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Seashell roof could grace Inner Harbour

Oct 27 2012
Victoria's Undersea Gardens might be getting a new roof. 

Victoria's Undersea Gardens might be getting a new roof.

Photograph by: Lyle Stafford , Times Colonist

A radical design overhaul featuring a stylized seashell roof is being proposed for the Pacific Undersea Gardens in Victoria's Inner Harbour.

Preliminary drawings show the tourist attraction enveloped in a seashell design that serves as a roof and exterior walls.

The Belleville Street attraction, one of the city's top tourist draws, is next to the historic CPR Steamship Terminal building, now going through renovations to prepare for a mix of new tenants.

Work at the Undersea Gardens is being spurred by leaks in the floating building's flat roof.

"Rather than just simply repair [the roof], the plan is to do a remake of the top side and to modernize it," said Deane Strongitharm of CitySpaces Consulting Ltd., acting for Undersea Gardens owner Oak Bay Marina Group, founded by Bob Wright.

Ideally, the new roof would be in place by the 2013 tourist season, he said.

Inside the 150-foot-long structure, visitors step below sea level to view thousands of plants and animals found along B.C.'s coast. They watch divers showcase creatures such as the giant Pacific octopus and can put their hands in a model of a tidal pond.

Victoria's board of variance has voted to approve structural alterations to the Undersea Gardens.

Part of the Undersea Gardens is in a zone that does not permit commercial operations. When the facility opened in the harbour, commercial use was allowed, giving it a legal non-conforming status today.

The board of variance did not address the planned design. To proceed, the owner must apply for a development permit from the City of Victoria, where the focus will be on how the design would fit into the Victoria Harbour Plan.

Further design work will be done prior to going to the city, which could happen in about a month, Stron-githarm said Friday.

Preliminary designs have been prepared, but were not provided to the Times Colonist. However, conceptual drawings were on the website of Chow Low Hammond Architects Inc. on Friday.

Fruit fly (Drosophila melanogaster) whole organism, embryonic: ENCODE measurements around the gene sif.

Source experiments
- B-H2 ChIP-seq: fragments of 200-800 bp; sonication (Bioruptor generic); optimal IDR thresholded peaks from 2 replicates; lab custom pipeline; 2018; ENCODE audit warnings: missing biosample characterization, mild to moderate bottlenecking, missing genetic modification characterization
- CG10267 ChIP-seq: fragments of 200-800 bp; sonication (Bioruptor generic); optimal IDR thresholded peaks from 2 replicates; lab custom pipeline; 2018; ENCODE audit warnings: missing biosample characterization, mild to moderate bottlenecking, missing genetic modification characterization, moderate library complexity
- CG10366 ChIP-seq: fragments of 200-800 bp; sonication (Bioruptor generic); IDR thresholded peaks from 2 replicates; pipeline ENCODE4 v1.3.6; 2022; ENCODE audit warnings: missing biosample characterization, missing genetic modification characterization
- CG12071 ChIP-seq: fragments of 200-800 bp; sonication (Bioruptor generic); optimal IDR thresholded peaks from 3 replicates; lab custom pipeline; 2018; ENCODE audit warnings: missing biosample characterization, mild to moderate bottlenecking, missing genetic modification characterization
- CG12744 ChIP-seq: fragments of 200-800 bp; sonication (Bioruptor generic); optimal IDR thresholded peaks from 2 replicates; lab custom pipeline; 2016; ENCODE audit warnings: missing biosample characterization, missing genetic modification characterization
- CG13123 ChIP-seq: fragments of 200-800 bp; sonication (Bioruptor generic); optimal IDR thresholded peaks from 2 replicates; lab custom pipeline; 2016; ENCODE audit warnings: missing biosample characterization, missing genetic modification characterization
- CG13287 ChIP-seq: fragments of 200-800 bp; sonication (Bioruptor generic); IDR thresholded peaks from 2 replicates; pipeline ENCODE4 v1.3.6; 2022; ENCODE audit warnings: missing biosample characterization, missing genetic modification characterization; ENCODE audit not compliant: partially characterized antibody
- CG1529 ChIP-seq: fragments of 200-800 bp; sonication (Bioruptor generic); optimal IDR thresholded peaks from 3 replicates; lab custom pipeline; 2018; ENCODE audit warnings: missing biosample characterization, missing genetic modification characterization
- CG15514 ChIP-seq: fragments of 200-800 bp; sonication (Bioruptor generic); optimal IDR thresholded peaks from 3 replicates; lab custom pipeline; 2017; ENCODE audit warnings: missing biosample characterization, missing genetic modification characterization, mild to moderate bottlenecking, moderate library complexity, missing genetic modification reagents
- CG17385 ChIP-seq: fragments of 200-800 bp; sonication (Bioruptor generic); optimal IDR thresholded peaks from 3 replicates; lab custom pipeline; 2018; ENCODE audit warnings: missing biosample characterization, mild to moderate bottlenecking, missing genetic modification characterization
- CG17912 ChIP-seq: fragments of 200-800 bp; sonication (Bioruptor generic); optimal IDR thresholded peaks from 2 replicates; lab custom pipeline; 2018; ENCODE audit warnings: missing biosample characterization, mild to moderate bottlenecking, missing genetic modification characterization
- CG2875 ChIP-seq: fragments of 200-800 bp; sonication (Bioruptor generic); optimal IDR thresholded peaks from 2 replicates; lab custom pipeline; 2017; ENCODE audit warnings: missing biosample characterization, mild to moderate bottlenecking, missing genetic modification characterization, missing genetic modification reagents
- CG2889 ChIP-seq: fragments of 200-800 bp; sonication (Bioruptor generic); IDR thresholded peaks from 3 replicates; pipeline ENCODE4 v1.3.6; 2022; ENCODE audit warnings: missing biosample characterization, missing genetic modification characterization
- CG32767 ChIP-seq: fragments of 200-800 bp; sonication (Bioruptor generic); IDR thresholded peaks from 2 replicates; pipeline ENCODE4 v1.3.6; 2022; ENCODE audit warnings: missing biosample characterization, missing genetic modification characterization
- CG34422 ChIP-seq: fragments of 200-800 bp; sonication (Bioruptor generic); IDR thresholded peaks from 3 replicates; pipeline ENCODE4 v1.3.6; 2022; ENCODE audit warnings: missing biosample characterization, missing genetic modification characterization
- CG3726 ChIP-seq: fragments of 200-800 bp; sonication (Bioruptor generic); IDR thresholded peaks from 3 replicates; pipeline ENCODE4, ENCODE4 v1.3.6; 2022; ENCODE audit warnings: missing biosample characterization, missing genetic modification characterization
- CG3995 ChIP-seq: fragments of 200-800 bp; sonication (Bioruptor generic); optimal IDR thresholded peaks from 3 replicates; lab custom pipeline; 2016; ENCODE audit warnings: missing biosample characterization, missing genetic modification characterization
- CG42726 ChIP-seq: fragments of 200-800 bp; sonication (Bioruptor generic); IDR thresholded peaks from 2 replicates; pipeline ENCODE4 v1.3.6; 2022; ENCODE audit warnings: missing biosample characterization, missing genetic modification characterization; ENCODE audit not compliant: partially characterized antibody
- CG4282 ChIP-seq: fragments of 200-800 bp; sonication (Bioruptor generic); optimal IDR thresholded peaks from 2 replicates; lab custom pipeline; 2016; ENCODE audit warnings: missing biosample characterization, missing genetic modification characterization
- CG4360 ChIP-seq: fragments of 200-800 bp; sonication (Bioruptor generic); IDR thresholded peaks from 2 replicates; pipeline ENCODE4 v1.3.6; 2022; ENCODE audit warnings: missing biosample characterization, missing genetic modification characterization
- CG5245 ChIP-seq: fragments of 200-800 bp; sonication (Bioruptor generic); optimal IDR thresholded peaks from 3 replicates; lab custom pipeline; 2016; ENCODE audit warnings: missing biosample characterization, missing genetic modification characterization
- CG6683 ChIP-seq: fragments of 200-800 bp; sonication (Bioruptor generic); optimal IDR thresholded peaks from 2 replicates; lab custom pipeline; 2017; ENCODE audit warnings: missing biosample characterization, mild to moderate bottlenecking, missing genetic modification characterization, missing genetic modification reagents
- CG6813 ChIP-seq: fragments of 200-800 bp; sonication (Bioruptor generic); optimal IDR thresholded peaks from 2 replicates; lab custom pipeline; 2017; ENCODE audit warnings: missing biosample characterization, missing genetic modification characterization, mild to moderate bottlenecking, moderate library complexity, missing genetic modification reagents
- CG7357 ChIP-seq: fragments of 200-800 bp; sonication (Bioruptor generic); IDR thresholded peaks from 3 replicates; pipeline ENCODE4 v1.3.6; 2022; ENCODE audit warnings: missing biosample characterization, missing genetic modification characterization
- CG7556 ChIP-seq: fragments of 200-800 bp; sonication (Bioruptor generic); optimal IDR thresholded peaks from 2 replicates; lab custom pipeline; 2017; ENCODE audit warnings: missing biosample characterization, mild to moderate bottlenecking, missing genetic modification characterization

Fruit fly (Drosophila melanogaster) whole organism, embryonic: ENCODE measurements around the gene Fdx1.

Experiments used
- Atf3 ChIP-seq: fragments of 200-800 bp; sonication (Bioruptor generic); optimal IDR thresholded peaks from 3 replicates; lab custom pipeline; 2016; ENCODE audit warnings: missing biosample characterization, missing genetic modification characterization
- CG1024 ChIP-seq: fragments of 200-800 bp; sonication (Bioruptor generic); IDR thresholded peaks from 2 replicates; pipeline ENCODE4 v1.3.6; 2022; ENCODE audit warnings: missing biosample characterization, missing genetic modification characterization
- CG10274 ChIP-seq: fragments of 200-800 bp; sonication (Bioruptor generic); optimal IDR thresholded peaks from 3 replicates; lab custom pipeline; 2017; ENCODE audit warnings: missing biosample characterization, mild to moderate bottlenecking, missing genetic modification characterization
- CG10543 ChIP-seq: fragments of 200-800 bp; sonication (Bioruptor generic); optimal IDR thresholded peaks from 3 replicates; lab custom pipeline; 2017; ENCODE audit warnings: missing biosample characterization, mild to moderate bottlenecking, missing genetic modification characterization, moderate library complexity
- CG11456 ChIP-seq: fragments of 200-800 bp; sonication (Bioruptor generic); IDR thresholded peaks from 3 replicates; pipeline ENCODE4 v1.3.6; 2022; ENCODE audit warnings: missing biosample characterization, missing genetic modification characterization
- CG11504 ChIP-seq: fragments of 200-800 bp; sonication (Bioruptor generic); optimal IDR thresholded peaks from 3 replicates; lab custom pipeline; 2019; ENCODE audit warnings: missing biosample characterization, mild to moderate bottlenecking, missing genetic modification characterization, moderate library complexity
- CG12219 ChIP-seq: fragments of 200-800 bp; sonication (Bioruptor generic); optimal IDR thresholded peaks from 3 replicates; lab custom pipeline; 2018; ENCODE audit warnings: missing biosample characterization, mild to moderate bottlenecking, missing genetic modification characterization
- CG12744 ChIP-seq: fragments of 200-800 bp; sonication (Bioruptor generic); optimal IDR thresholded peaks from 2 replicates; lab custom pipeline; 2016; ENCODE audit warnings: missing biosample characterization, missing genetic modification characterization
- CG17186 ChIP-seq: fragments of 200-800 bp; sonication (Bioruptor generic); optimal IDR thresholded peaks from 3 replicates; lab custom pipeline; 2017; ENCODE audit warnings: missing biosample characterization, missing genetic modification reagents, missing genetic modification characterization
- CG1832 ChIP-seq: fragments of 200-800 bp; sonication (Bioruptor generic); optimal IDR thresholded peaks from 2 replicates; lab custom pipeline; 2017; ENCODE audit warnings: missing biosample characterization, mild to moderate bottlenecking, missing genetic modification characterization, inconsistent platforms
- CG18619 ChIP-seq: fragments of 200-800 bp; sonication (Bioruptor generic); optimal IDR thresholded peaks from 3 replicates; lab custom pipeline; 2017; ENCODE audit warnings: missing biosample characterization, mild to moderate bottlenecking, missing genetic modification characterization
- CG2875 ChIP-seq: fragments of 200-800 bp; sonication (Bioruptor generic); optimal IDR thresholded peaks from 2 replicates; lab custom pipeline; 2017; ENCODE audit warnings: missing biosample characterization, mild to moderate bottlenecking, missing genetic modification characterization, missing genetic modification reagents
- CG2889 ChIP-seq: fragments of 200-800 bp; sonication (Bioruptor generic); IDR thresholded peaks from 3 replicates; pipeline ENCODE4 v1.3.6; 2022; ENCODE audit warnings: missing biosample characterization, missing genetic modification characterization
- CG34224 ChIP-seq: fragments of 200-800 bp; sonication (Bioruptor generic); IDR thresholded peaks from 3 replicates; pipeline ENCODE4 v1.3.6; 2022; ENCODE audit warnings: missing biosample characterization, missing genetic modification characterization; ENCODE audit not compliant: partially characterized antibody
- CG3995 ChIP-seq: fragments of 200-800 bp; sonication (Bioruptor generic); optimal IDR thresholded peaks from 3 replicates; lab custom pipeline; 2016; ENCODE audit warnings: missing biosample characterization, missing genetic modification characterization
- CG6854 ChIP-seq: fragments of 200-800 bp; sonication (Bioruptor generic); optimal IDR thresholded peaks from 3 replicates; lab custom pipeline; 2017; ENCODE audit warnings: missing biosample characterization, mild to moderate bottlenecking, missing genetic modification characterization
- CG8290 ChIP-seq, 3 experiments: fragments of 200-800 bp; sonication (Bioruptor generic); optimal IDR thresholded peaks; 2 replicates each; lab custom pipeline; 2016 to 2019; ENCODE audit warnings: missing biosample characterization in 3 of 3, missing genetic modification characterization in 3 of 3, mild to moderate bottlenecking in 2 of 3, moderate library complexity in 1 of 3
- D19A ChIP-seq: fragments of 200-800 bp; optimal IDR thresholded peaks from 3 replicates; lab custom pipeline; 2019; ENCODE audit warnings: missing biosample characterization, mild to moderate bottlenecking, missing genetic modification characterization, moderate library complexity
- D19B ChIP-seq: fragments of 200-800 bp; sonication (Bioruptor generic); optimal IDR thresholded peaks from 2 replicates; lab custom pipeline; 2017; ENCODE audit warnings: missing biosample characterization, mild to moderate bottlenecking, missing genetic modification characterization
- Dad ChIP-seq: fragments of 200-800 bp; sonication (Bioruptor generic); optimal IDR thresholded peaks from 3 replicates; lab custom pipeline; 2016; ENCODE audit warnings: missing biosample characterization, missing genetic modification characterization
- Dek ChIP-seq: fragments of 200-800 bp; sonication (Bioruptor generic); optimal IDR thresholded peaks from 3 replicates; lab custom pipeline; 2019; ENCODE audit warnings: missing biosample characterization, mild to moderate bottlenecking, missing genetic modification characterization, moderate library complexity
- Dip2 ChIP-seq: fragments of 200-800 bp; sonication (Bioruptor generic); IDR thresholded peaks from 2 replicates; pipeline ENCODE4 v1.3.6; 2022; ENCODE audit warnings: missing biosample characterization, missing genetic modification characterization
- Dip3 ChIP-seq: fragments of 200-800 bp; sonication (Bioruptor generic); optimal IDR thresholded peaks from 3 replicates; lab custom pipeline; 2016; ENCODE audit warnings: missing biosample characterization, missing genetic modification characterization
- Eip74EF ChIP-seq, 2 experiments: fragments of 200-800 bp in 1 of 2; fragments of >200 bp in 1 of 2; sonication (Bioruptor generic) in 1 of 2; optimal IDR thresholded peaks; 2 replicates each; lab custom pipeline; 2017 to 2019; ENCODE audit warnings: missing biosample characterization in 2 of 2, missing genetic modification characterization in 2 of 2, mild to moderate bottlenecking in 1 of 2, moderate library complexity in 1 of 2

No change would be made to the building's footprint, Strongitharm said.

The new roof would be mostly the same height as the existing roof, he said, although at its highest point, it would be six feet higher than the current roof.

Lighting would be used to create an iridescent colour to echo the finish of a seashell, he said.

A new roof provides a chance for "some renewal and brings it into the 21st century in terms of the design and trying to be sympathetic to the fact that it is an undersea gardens," he said. "So part of the design feature, of course, is to try to emulate in an architectural idiom, imitate sea life."

Strongitharm did not reveal the cost of the new roof. "Let's put it this way: Bob [Wright] is interested in doing something that is right."

Wright and son Randy Wright, chief executive officer of the Oak Bay Marina Group, could not be reached Friday.

The Undersea Gardens moved to Victoria Harbour in 1975 from Oak Bay.

Another 16 years remain on its water lot lease with the Provincial Capital Commission.

DESIGNS ON THE INNER HARBOUR

Four major projects are underway or have been proposed for the Inner Harbour.

? The Pacific Undersea Gardens renovation, designed by Chow Low Hammond Architects.

? The new green-roofed Harbour Air Seaplane Terminal, also designed by Chow Low Hammond.

? A new luxury marina with two commercial buildings in front of Songhees.

? Renovation of the CPR building, which is underway.

cjwilson@timescolonist.com

On the web: clha.ca/project/conceptual/undersea-gardens

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